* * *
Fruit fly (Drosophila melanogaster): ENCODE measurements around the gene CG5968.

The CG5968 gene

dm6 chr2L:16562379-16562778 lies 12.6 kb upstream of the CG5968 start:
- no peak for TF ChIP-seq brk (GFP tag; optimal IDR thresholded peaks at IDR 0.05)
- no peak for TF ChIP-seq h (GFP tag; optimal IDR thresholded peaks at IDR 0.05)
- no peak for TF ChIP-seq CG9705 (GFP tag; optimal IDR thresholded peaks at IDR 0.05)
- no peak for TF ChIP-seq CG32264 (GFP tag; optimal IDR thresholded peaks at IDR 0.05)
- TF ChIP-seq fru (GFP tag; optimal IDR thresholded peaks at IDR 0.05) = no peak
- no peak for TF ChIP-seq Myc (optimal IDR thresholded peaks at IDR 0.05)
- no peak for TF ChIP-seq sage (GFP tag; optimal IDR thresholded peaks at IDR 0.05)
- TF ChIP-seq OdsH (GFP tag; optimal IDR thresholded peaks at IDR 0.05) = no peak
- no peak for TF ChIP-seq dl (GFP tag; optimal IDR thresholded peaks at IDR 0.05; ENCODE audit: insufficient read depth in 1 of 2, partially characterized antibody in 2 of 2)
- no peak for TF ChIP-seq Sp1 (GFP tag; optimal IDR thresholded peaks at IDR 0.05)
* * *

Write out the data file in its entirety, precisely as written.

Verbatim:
Fruit fly (Drosophila melanogaster): ENCODE measurements around the gene CG5968.

The CG5968 gene

dm6 chr2L:16562379-16562778 lies 12.6 kb upstream of the CG5968 start:
- no peak for TF ChIP-seq brk (GFP tag; optimal IDR thresholded peaks at IDR 0.05)
- no peak for TF ChIP-seq h (GFP tag; optimal IDR thresholded peaks at IDR 0.05)
- no peak for TF ChIP-seq CG9705 (GFP tag; optimal IDR thresholded peaks at IDR 0.05)
- no peak for TF ChIP-seq CG32264 (GFP tag; optimal IDR thresholded peaks at IDR 0.05)
- TF ChIP-seq fru (GFP tag; optimal IDR thresholded peaks at IDR 0.05) = no peak
- no peak for TF ChIP-seq Myc (optimal IDR thresholded peaks at IDR 0.05)
- no peak for TF ChIP-seq sage (GFP tag; optimal IDR thresholded peaks at IDR 0.05)
- TF ChIP-seq OdsH (GFP tag; optimal IDR thresholded peaks at IDR 0.05) = no peak
- no peak for TF ChIP-seq dl (GFP tag; optimal IDR thresholded peaks at IDR 0.05; ENCODE audit: insufficient read depth in 1 of 2, partially characterized antibody in 2 of 2)
- no peak for TF ChIP-seq Sp1 (GFP tag; optimal IDR thresholded peaks at IDR 0.05)